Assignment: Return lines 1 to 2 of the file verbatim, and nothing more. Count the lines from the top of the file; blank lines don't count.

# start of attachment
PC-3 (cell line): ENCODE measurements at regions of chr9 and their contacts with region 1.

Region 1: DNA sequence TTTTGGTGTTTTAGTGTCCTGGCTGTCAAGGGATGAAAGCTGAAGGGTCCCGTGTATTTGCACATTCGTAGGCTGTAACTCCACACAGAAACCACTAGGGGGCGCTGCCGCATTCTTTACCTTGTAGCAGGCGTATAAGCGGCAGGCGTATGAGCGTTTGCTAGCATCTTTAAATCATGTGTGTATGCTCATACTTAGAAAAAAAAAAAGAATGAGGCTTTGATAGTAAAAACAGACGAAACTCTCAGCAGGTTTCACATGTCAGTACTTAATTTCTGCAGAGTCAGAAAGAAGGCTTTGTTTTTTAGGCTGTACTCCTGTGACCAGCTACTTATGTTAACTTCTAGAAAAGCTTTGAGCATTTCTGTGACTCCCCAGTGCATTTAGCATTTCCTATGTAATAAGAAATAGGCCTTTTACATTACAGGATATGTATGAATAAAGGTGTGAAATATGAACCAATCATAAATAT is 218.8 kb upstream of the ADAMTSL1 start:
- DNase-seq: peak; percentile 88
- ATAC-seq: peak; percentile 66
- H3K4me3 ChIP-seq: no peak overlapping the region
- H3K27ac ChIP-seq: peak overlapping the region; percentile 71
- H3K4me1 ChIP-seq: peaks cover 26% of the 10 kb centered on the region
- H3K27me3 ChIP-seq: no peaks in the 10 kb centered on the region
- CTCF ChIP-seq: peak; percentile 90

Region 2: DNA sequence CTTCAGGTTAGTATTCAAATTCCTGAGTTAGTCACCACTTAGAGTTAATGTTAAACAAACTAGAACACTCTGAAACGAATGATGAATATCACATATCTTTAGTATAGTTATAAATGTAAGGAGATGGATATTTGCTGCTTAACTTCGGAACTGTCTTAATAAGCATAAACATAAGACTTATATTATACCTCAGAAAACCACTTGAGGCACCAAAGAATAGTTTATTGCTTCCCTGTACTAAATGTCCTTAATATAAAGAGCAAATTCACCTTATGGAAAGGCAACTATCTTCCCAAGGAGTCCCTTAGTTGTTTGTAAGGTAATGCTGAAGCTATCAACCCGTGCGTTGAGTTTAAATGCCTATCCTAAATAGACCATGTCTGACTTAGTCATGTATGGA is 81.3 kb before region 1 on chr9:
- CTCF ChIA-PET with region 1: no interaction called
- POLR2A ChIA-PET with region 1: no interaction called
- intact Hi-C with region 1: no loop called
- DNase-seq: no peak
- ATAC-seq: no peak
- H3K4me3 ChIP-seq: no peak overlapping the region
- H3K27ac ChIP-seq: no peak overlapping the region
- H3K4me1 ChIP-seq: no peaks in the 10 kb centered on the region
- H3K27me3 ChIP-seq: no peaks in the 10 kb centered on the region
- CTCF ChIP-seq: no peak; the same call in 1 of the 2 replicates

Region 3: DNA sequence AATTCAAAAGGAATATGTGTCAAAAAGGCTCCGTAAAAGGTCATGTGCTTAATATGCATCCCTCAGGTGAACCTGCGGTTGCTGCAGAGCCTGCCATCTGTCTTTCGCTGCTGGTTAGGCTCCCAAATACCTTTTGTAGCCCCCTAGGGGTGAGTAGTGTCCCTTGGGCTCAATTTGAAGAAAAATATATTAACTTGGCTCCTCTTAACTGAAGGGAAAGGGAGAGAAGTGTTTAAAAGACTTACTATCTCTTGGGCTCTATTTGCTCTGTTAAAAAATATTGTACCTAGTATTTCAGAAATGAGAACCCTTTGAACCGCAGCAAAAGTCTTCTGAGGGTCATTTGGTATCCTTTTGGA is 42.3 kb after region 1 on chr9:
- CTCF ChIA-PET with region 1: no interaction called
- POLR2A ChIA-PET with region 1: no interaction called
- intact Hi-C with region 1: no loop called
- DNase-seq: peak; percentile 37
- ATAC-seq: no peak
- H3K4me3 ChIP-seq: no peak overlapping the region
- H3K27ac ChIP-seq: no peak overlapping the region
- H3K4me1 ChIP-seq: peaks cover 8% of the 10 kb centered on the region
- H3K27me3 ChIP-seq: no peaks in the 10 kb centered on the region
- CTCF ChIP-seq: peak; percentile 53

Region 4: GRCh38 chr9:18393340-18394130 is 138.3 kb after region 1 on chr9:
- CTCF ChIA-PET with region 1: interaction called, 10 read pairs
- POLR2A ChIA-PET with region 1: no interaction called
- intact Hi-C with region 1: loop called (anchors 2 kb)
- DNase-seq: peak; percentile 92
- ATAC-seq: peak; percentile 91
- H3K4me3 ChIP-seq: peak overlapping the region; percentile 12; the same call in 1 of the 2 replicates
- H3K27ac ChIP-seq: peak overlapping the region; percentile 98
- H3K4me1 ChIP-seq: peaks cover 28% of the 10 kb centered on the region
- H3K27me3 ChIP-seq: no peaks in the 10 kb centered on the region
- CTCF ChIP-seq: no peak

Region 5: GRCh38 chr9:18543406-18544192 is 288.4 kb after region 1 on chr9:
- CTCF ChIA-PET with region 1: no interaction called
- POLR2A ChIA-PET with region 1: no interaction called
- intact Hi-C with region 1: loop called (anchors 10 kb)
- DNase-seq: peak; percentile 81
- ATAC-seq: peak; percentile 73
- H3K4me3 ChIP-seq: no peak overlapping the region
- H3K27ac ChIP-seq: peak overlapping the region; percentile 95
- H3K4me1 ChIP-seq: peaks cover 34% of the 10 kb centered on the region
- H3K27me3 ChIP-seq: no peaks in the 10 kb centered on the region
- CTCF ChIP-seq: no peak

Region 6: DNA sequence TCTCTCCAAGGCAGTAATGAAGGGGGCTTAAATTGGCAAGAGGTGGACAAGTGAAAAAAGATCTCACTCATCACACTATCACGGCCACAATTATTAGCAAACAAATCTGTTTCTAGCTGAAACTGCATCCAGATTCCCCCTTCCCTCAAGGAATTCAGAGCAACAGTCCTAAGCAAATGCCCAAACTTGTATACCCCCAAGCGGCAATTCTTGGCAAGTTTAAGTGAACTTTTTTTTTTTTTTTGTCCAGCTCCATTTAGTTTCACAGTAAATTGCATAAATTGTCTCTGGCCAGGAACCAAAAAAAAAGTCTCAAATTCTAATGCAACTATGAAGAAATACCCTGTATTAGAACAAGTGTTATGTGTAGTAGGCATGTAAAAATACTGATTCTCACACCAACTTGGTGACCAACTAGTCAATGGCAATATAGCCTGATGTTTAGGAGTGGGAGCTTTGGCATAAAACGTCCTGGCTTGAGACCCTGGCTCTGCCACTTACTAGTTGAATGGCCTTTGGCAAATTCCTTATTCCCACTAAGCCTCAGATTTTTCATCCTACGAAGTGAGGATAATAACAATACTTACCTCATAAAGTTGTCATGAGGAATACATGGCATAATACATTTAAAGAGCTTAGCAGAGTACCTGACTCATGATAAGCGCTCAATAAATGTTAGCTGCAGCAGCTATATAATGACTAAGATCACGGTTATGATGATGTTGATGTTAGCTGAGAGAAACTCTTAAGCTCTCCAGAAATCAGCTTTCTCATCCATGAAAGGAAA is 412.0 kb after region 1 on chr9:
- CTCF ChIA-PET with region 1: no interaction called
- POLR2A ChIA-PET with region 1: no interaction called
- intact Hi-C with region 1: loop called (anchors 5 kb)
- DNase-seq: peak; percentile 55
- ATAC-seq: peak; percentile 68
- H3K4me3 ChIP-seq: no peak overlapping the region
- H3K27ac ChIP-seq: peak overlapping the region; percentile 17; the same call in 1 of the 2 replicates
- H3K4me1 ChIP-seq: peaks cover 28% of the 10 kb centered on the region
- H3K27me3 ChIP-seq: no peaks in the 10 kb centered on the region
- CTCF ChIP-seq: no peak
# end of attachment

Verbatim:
PC-3 (cell line): ENCODE measurements at regions of chr9 and their contacts with region 1.

Region 1: DNA sequence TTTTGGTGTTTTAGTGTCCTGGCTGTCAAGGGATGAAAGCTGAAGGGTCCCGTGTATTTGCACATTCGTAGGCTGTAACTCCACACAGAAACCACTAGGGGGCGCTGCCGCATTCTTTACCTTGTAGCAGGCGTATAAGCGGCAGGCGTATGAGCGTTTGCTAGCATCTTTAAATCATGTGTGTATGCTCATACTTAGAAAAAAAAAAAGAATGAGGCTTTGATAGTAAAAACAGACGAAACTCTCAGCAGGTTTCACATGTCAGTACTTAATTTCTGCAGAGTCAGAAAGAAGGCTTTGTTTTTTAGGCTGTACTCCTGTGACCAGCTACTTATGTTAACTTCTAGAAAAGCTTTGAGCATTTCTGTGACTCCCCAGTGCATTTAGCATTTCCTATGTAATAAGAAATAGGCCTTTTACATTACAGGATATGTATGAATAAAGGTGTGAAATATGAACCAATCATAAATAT is 218.8 kb upstream of the ADAMTSL1 start: